EXPRESS #1 - June 19, 2018
More trouble for the Energiewende as utilities call for rapid coal phase out and citizens oppose wind farms
While German utilities urge the government to speed up policymaking on the Energiewende, public resistance to Germany’s ambitious energy shift seems to be growing stronger. The costs of stabilizing the grid last year reached record levels.
Clean Energy Wire reports that according to utility association BDEW, “Germany’s policymakers have not kept pace with the energy industry’s rapid transformation caused by the Energiewende, and must catch up urgently. The utilities also say that Germany needs a coal exit that is fast enough to reach its climate target for 2030.”
“We are at a standstill, and we cannot afford this,” the executive director of the utility association BDEW, Stefan Kapferer, told the group’s annual conference in Berlin. “The industry has already entered the path of reducing its coal use, this process is well underway.”
BDEW head Kapferer urged energy minister Peter Altmaier, who was scheduled to address the conference later on 13 June, “to speed up the renewables build-up, as well as the extension of the power grid, rather than continuing with the current spat between the two coalition parties about which of the two needs to go first. The industry also needs a more secure future for the combined heat and power plants, as well as rules on storage that would allow this key element of the Energiewende to play a more prominent role.”
Energy minister Peter Altmaier mostly reiterated known government positions in his speech at the conference. “The country had to step up the extension of power grids in order to speed up the roll-out of renewables as envisioned in the government coalition treaty, Altmaier said. Cabinet should pass a law to speed up grid extension after the summer recess.”
“The government stands by the 2030 climate target,” he said. “We haven’t given up on the 2020 target,” he also said. “But there is a gap of 8 percentage points,” he said referring to the government’s latest climate protection report. “Anyone who looks into this seriously knows that you cannot close such a gap with the push of a button.”
Germany’s new coalition government has been under pressure since its decision to postpone the long-standing 2020 goal of reducing greenhouse gas emissions by 40 percent compared to 1990 levels. The coalition has also faced criticism for the delays in establishing a commission tasked with charting a path toward the country’s coal exit, and has further irked environmentalists by dragging its heels on more ambitious climate and renewable targets for the European Union.
Perhaps a bit paradoxically, Kapferer “reiterated the industry’s long held view that the country was heading into difficulties in terms of supply security in the 2020s, once the nuclear phaseout is completed and the coal exit gets under way. In his opinion, Germany should not just rely on backup capacity from other European countries, as many of its neighbours are also about to shut down their nuclear and coal-fired power plants. Kapferer said Germany would need new gas-fired power plants to provide backup to the fluctuating renewable energy sources, such as wind and solar. The discussion about fixes, which could include a capacity market for back-up power plants, needed to start early enough, he said.”
Energy minister Altmaier defended the government’s decision to bet on a so-called energy only market without payments for power plants on stand-by. “Any debate about supply security must not lead to the introduction of a capacity market through the backdoor, he said. The government’s goal to cut emissions by 55 percent by 2030 meant that about half of Germany’s coal-fired generation capacity had to shut down by that date.”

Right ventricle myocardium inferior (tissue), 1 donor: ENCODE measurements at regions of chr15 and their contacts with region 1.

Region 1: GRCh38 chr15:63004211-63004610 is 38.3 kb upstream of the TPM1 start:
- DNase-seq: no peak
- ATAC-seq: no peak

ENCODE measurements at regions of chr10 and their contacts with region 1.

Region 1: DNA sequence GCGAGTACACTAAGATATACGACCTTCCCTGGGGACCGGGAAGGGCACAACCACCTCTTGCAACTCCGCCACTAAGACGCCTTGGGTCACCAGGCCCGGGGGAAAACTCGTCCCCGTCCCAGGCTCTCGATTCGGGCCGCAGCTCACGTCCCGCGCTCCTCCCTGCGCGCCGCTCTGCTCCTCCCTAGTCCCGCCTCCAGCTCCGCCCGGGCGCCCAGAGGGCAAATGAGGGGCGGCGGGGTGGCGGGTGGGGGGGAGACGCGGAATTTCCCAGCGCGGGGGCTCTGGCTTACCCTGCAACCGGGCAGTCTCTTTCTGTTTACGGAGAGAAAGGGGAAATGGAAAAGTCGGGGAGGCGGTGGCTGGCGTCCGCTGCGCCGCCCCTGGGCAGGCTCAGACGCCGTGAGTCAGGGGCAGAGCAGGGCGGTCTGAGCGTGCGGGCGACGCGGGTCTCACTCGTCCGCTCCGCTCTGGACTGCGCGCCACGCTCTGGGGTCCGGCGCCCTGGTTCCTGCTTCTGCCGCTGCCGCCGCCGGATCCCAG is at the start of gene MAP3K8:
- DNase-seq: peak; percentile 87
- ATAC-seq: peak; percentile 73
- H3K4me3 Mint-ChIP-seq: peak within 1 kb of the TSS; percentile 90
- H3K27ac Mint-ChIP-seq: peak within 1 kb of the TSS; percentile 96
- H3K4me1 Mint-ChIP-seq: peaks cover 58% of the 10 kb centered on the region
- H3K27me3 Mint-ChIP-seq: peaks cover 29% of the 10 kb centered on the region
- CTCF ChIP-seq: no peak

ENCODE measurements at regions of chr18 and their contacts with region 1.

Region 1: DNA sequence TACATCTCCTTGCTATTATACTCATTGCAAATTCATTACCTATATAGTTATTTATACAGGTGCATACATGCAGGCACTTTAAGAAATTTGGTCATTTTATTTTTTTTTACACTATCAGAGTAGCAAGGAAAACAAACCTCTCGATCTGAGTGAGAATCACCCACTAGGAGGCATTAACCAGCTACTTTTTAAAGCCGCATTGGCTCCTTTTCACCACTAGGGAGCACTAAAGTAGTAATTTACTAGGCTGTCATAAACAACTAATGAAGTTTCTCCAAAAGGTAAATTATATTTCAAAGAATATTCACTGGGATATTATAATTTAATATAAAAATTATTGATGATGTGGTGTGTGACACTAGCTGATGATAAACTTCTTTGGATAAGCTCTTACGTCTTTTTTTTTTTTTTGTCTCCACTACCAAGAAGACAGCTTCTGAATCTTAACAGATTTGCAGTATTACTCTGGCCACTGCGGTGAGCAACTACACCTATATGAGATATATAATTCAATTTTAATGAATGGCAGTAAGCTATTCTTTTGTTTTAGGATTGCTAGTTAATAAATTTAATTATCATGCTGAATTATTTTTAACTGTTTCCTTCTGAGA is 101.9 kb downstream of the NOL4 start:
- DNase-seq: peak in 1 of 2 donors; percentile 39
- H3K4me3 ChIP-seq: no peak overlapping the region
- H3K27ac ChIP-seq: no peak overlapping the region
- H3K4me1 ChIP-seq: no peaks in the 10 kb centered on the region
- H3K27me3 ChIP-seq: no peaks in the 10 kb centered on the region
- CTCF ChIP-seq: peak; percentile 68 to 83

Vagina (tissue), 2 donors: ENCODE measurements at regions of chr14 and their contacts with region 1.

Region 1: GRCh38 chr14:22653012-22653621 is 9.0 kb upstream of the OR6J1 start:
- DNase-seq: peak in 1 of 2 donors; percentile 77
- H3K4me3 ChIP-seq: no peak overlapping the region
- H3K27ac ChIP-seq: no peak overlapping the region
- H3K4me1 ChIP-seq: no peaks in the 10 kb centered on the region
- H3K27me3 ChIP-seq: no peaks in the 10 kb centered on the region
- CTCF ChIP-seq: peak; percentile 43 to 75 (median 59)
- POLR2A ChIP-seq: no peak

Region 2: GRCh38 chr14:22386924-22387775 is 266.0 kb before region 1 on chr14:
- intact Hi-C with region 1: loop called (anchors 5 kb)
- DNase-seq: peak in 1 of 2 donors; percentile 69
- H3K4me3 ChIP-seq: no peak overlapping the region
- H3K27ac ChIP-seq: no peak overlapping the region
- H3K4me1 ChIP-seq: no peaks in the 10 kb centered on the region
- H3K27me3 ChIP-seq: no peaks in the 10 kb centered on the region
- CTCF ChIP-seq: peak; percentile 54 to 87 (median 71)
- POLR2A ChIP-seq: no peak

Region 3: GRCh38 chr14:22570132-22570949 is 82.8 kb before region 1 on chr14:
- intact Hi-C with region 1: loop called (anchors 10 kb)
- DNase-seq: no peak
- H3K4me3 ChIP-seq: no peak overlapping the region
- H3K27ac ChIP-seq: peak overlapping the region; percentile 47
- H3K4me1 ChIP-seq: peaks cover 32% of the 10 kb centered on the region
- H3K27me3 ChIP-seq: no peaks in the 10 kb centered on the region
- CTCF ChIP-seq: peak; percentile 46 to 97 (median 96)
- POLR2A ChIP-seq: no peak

Altmaier acknowledged that the phase-out path to be determined by the coal commission would have to take the shut-down of the final nuclear power plant in 2022 into account. “We will need a pause for thought to see what this does to grid stability,” he said.
The head of the German Association of Local Utilities (VKU), Katherina Reiche, seconded Kapferer’s view on supply security, urging the government to move cautiously with the coal exit. “I can only warn against hoping that we will find a kilowatt hour of electricity somewhere in Europe in the case of a bottleneck.”
An industrialised country like Germany must be able to generate enough electricity for itself at every minute of the day, even in an extreme situation,” she told the business daily Handelsblatt. The guiding principle in determining the order in which coal power should be phased out must be the carbon intensity of the affected plants, which would rank combined heat and power plants further down in the list.
This was due to lagging grid expansion, a Europe-wide cold spell at the beginning of 2017 and a record feed-in of wind power, among other things. “Only the grid expansion can lower the high costs for grid and system security in the long run,” said BNetzA president Jochen Homann in a press release. Costs include re-dispatch measures, the use of power plants in the reserve, and power feed-in management.
The Zeit Online newspaper noted recently that public resistance to onshore wind parks in Germany is increasing. According to the Berlin-based anti-wind power grassroots association Vernunftkraft, there are now some 900 local groups active opposing wind power projects. The Zeit says that the figure is more likely to be around 500 according to experts.
What is certain is that the number of permits for wind power parks is decreasing sharply. In 2016 more than 3100 licenses were granted, last year just 450. An important reason for the decline is the switch from feed-in tariffs to auctions.